Obama says Nobel Peace Prize choice a victory for human dignity
WASHINGTON (Reuters) - U.S. President Barack Obama congratulated Pakistani teenager Malala Yousafzai and Kailash Satyarthi, an Indian campaigner against child trafficking, for winning the Nobel Peace Prize on Friday, calling it a victory for those who uphold human dignity.
"Today's announcement is a victory for all who strive to uphold the dignity of every human being," Obama, himself a Nobel Peace Prize winner, said in a statement.
"In recognizing Malala and Kailash, the Nobel Committee reminds us of the urgency of their work to protect the rights and freedoms of all our young people and to ensure they have the chance to fulfill their God-given potential, regardless of their background, or gender, or station in life."
Yousafzai, aged 17, was shot in the head by the Taliban in 2012 for advocating for girls' right to education. Obama said he and his wife, Michelle, had been awestruck by her courage.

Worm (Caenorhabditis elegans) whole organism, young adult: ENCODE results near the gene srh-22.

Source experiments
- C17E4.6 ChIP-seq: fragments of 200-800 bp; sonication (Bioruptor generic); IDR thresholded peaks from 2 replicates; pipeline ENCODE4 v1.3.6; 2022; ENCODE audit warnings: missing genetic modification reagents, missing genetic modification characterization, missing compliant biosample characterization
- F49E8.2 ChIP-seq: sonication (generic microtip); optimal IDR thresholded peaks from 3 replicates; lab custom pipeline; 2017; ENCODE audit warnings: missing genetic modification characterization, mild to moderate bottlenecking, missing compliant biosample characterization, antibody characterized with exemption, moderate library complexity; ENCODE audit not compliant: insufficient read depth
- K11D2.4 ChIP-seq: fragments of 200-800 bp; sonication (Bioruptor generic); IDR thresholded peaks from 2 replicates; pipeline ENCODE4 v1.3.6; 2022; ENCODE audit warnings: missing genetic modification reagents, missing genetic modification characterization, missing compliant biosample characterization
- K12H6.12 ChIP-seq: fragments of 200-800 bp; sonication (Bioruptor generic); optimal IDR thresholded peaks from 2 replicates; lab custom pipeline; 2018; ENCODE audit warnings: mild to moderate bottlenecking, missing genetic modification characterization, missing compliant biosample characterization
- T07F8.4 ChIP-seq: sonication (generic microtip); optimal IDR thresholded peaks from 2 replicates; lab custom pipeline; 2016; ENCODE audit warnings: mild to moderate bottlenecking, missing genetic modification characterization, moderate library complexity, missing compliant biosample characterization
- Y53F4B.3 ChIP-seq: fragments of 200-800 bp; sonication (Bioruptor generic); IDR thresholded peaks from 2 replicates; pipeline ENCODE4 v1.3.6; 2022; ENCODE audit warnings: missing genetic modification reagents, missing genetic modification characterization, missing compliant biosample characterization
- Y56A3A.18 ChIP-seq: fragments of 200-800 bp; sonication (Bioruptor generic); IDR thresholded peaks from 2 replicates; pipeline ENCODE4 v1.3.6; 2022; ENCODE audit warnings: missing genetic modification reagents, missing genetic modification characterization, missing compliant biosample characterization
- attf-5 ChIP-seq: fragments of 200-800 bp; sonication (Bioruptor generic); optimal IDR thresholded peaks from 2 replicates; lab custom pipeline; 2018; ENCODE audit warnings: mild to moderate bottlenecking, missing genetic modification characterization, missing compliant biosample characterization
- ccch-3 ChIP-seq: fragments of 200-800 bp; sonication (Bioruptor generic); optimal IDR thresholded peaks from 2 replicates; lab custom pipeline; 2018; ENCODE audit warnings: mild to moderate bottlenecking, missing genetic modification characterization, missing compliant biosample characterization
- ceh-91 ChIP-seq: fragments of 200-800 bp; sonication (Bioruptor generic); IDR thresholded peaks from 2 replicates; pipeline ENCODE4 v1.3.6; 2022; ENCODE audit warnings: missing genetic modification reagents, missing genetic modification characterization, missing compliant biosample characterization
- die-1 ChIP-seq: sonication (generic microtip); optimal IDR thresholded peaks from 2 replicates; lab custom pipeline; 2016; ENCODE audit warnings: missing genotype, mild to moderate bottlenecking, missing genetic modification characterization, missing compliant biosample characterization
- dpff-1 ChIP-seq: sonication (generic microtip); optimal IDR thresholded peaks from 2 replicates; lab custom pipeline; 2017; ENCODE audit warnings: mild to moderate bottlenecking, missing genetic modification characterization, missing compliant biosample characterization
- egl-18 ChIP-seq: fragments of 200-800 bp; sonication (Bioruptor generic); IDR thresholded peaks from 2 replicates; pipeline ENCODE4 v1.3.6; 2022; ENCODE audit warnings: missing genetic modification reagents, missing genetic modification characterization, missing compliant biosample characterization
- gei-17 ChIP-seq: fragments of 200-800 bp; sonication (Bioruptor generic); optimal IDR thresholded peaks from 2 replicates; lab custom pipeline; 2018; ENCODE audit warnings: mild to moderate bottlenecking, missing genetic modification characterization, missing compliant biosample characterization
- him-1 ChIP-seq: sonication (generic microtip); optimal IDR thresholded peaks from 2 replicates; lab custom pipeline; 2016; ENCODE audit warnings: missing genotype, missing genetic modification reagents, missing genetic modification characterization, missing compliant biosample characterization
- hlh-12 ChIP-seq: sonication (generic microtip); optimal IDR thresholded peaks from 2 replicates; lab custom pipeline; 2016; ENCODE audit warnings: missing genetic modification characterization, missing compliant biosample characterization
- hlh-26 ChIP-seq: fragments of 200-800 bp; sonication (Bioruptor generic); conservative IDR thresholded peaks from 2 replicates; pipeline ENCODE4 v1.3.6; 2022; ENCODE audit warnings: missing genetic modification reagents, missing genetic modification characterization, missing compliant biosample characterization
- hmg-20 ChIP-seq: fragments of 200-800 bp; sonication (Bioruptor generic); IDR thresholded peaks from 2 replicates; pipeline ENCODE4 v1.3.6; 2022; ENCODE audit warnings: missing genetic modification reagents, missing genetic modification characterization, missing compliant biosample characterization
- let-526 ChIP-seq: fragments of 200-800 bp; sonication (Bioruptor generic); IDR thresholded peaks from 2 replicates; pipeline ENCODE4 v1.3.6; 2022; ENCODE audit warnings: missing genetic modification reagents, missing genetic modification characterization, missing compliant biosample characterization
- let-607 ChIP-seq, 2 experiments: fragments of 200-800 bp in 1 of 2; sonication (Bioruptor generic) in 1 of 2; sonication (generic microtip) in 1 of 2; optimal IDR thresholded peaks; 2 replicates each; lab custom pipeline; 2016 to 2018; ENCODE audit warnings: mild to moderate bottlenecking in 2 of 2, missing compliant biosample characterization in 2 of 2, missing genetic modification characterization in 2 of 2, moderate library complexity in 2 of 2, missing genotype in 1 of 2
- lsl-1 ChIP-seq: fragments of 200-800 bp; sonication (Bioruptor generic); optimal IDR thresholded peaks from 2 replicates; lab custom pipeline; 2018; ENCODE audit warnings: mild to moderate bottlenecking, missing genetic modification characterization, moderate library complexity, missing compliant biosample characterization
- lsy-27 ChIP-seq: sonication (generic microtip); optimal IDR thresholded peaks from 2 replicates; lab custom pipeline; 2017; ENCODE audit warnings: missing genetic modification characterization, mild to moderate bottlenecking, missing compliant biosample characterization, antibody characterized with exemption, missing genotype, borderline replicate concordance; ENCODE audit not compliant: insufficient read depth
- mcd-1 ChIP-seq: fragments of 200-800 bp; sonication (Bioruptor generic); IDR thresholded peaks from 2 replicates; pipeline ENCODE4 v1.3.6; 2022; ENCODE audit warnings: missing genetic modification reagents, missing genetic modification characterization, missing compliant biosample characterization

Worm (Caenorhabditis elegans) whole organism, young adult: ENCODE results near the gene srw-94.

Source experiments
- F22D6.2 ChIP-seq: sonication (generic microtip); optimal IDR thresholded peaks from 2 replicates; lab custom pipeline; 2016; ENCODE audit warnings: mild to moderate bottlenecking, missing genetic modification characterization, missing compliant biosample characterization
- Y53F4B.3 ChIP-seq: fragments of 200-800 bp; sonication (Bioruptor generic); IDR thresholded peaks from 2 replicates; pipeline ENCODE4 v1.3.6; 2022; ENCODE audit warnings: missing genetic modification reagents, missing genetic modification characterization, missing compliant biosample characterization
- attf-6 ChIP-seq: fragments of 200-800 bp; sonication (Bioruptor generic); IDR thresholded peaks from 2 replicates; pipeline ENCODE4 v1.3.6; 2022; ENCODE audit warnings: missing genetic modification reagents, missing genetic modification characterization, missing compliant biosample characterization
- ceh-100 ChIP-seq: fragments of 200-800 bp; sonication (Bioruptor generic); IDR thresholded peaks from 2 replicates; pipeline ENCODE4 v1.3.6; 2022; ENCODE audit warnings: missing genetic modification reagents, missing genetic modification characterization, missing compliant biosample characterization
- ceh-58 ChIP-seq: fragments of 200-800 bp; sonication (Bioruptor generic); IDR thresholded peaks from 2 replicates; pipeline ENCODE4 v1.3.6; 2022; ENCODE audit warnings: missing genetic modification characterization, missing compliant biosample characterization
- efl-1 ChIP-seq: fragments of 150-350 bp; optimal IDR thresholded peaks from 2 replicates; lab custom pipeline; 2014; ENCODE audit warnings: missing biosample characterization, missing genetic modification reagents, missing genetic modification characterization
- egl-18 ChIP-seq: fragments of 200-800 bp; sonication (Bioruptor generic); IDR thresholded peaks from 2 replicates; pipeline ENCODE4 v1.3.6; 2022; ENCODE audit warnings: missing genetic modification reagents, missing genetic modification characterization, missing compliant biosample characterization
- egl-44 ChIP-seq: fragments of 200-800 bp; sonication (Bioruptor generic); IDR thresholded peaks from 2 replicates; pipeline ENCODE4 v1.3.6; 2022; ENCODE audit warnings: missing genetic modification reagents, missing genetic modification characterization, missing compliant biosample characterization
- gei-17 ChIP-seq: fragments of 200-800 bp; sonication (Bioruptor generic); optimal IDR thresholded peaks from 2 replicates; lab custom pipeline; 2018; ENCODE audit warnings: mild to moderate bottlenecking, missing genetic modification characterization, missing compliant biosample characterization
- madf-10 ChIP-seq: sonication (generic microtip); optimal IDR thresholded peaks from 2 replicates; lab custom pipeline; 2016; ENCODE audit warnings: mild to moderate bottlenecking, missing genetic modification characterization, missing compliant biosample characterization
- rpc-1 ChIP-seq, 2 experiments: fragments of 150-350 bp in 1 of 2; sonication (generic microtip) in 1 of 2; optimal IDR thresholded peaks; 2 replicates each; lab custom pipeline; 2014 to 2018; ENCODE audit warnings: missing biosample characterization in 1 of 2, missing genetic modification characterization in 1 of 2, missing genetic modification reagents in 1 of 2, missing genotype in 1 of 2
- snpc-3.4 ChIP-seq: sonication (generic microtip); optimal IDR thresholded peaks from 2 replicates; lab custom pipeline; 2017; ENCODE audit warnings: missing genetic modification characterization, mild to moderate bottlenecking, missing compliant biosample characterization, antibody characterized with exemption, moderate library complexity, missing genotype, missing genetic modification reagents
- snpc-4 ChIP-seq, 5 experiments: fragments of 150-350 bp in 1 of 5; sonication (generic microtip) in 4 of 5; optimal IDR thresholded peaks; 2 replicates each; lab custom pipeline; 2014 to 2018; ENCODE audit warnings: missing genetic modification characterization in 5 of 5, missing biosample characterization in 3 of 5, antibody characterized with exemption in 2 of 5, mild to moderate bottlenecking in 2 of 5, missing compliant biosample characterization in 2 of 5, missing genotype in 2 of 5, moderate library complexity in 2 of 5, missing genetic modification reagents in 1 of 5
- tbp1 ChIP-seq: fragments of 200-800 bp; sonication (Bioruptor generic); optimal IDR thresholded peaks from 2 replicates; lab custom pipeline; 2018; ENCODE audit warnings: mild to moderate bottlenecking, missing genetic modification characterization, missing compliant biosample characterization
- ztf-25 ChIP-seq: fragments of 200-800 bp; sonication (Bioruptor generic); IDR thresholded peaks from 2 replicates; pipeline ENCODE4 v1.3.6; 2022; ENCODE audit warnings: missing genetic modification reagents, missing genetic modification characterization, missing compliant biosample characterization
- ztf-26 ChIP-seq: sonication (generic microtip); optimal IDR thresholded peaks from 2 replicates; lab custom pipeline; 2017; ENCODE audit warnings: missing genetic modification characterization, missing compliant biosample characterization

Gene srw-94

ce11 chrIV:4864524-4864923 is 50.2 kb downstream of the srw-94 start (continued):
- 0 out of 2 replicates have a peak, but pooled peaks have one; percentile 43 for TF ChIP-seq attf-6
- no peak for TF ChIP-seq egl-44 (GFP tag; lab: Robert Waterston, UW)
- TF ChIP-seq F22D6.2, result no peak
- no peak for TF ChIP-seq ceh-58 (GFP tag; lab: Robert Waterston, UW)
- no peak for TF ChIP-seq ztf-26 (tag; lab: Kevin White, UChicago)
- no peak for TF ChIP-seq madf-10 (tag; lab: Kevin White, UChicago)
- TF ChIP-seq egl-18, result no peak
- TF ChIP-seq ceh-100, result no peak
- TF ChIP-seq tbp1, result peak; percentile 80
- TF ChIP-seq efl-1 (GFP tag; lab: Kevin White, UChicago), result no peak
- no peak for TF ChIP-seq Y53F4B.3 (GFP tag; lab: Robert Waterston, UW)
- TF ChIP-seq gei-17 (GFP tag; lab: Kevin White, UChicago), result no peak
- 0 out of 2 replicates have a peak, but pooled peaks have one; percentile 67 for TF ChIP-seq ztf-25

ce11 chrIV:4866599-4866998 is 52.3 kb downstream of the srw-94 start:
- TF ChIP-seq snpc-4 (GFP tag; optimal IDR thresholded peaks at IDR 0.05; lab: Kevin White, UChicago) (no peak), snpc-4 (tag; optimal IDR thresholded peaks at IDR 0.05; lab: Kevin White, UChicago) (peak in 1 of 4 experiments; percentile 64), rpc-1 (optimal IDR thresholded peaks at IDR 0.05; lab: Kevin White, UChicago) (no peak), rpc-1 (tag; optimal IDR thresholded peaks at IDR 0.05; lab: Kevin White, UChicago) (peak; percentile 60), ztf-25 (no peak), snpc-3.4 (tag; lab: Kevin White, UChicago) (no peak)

"Malala and Kailash have faced down threats and intimidation, risking their own lives to save others and build a better world for future generations," Obama said.
"Even as we celebrate their achievements, we must recommit ourselves to the world that they seek – one in which our daughters have the right and opportunity to get an education; and in which all children are treated equally."
(Reporting by Jeff Mason; Editing by David Storey and Richard Chang)
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